Tuesday, July 26, 2011

Octagon window in the light

Here is the completed Octagon stained glass window, off my work bench and in the light.  (Click to enlarge any photo).
Here's a close-up showing the beautiful textures of the clear and blue glass. (Click to enlarge).
All that's left to do now is to wax it, sign it and install it.  I unobtrusively etch my name with the date (month and year) into each window. 

Stop back this weekend to see the installation process, and it see where it will "live" for the next maybe hundred years.  And stay tuned for my next project in the works .. Details on the way.

Boehm Stained Glass Studio website and FaceBook site.

Octagonal window completed

Just about four weeks after we started, the 27" wide octagonal stained glass window is completed.  After the most recent post, I soldered the back of the window.  Here it is, back in the jig, with the metal channel frame that my husband custom cut for each of the 8 sides, which are slightly different lengths. (Click to enlarge any photo).
After the channel framing was cut, I soldered each joint and linked it to the lead line, as shown below.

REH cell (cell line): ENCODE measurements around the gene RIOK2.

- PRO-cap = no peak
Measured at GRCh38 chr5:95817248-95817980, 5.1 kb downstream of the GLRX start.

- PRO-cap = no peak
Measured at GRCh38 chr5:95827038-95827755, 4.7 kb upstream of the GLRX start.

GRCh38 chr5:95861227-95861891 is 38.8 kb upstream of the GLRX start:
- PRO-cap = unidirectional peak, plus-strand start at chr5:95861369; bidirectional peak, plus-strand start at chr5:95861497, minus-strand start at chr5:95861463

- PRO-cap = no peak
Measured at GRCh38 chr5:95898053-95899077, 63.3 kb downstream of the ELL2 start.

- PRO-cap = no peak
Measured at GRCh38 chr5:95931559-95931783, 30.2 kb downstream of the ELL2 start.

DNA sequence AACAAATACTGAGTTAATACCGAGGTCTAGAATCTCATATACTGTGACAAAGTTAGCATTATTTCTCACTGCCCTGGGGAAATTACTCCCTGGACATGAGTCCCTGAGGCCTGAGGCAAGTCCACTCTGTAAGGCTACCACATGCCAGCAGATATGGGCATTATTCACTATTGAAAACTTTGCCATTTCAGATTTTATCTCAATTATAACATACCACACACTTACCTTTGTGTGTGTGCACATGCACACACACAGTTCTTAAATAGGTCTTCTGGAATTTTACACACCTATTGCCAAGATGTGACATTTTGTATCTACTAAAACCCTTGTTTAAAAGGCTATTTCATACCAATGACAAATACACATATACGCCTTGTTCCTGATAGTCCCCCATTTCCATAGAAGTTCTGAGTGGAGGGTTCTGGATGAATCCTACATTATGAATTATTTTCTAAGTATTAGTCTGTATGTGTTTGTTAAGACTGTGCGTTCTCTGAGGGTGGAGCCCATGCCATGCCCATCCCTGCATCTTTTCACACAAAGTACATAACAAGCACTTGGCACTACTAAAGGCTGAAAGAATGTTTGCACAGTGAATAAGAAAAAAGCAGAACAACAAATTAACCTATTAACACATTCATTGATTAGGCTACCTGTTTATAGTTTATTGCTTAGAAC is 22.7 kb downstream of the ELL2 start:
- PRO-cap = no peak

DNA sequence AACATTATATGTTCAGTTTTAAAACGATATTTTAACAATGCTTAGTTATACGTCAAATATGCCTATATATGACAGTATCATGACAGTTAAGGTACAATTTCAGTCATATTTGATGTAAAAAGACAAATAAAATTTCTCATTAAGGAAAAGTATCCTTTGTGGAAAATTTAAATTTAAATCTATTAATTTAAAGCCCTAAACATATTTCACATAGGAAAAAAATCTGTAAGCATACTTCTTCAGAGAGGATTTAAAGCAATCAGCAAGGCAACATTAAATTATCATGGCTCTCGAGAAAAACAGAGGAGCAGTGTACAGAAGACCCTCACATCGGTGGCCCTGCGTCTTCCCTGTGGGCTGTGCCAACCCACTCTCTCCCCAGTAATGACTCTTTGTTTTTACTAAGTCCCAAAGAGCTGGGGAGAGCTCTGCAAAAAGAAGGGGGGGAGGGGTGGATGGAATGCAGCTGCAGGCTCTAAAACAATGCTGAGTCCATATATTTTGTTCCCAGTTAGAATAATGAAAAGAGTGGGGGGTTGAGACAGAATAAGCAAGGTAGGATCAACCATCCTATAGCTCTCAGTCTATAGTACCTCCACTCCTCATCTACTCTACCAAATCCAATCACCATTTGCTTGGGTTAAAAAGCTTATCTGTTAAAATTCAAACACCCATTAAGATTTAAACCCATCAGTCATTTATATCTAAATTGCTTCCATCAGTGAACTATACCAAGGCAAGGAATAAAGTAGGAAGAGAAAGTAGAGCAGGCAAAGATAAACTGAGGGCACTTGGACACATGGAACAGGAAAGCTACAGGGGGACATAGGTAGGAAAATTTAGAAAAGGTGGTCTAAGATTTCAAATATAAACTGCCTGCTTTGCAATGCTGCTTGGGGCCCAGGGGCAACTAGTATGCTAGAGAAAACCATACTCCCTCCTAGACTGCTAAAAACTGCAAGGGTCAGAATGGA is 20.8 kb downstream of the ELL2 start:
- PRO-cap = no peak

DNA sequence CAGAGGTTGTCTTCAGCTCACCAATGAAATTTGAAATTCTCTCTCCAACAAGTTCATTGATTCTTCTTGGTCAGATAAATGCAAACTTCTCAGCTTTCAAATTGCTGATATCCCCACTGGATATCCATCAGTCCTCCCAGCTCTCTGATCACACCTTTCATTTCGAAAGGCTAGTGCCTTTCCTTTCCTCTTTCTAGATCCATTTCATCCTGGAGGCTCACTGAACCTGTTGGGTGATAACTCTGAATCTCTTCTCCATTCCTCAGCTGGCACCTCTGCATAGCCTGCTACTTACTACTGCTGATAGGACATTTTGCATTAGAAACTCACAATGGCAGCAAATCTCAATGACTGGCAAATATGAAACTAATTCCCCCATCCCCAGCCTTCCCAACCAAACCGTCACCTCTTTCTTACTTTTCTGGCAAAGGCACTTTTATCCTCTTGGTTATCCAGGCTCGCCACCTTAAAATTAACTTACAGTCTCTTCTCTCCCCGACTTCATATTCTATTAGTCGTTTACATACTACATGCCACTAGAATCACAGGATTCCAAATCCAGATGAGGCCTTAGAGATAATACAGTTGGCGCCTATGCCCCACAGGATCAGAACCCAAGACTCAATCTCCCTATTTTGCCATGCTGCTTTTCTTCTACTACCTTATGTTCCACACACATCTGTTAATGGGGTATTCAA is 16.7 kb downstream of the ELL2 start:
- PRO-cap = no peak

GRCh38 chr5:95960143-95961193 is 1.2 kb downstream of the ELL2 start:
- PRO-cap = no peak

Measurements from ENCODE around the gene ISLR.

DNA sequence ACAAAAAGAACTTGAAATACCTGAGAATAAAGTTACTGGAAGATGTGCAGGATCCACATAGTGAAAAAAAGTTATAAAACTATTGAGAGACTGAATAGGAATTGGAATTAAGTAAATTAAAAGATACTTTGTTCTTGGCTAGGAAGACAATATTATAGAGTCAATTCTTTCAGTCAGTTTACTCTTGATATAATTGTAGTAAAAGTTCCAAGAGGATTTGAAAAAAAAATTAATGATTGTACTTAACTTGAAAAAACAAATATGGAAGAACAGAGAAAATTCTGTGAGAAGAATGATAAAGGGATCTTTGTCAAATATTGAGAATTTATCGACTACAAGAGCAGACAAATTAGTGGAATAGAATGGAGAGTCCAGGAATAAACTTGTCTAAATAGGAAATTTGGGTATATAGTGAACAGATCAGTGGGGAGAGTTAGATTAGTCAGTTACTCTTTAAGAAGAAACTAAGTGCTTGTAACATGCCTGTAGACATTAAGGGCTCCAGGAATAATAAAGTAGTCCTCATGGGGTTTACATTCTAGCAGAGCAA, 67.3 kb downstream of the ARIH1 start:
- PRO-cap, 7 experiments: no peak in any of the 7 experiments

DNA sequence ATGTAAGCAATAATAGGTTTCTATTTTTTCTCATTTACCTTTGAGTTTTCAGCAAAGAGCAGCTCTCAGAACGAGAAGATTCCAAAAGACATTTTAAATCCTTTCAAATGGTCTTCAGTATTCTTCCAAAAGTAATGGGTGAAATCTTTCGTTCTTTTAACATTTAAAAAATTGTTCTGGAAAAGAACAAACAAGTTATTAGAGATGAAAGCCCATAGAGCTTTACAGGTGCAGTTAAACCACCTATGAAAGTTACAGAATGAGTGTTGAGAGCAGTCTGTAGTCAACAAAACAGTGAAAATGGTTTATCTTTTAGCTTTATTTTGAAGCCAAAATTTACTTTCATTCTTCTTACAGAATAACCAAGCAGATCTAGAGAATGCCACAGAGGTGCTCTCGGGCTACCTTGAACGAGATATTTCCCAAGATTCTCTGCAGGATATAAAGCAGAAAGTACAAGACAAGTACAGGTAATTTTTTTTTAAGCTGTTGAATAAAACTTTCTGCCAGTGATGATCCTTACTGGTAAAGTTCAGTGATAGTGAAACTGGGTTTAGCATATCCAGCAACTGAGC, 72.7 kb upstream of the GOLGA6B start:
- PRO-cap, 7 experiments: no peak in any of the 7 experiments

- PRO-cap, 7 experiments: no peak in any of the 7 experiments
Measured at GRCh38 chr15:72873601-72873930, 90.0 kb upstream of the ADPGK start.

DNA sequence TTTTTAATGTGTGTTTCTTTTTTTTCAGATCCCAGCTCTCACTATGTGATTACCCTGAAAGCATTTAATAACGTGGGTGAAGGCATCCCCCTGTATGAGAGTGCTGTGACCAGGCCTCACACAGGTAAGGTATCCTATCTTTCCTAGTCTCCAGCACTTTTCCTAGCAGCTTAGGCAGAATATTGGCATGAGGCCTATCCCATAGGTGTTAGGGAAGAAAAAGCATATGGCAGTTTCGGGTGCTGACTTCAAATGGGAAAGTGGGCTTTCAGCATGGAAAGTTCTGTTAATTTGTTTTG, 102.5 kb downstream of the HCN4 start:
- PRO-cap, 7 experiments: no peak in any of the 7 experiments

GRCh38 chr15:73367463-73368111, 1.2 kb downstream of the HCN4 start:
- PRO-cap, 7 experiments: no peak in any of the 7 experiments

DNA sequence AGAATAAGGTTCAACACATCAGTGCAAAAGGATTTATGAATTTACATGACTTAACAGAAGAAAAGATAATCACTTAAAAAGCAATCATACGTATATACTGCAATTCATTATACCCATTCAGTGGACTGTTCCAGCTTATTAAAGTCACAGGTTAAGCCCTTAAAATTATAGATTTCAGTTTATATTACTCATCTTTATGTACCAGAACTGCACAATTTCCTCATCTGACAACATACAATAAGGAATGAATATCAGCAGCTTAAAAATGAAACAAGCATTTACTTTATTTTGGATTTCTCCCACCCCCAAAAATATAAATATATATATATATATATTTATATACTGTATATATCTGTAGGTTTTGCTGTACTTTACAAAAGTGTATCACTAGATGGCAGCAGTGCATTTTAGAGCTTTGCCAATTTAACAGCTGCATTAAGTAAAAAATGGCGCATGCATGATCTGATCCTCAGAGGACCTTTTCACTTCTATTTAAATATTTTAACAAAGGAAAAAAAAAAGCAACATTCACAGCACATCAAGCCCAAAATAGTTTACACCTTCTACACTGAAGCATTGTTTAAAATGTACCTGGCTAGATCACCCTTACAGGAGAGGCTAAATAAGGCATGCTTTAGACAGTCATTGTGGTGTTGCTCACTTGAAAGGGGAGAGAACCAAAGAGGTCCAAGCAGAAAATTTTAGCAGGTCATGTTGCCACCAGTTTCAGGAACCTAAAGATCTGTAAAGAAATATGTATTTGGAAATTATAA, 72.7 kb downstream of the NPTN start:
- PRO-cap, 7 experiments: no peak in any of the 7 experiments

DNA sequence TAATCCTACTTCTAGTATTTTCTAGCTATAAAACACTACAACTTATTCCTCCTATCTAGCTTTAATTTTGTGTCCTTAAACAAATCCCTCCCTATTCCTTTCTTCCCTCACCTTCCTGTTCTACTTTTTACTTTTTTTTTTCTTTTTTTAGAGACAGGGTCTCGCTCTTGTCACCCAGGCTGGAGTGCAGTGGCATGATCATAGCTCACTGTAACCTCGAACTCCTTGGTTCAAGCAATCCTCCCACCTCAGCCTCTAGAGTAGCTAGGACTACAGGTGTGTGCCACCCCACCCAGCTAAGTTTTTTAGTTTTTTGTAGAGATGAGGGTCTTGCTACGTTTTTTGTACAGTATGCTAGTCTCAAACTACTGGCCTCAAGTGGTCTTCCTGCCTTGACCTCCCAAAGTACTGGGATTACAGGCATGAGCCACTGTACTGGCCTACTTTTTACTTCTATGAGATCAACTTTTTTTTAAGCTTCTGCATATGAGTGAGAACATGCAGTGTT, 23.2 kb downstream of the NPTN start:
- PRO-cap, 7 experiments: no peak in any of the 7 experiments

This adds a great deal more strength and stability to the window, which now weighs 7-3/4 lbs.  After soldering all the joints on one side, I carefully turned it over, soldered the back, and removed the jig.

Then, wearing rubber gloves, I scrubbed each side of the window, one section at a time, with powdered cleanser and an old dish brush.  This removed all the caustic flux, the soldering residue, and the markings used in construction. 
Here is the window just after being washed.  It is now being left overnight, laying flat on a towel, to dry completely before waxing. (Click to enlarge).
 Here's another view of the completed window.
Now you can see the different textures of the clear glass, and the brilliant blue waterglass which will complement the colors in my customer's kitchen.  (I'll post more photos of the completed window tomorrow).